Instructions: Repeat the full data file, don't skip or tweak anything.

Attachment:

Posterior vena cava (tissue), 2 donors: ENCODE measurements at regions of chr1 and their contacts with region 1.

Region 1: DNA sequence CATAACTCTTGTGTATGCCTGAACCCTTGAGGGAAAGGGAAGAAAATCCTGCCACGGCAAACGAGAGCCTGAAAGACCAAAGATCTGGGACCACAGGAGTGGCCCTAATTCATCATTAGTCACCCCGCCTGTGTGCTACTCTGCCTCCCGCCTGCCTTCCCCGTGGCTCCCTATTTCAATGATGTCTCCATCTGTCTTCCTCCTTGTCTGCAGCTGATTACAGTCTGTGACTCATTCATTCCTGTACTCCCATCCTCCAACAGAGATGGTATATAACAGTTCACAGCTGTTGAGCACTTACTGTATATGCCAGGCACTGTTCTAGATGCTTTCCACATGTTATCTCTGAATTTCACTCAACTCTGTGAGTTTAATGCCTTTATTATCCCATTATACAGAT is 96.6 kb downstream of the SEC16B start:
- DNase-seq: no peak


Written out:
Posterior vena cava (tissue), 2 donors: ENCODE measurements at regions of chr1 and their contacts with region 1.

Region 1: DNA sequence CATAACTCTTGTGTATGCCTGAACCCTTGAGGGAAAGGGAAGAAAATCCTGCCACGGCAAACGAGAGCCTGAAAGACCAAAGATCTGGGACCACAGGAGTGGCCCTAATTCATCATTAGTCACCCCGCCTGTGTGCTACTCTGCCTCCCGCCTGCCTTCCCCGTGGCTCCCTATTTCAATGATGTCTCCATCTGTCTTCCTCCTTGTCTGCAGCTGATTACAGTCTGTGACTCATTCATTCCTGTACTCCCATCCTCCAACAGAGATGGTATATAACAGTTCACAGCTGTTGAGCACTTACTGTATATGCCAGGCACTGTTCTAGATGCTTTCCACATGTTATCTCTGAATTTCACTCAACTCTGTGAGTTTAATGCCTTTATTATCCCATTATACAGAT is 96.6 kb downstream of the SEC16B start:
- DNase-seq: no peak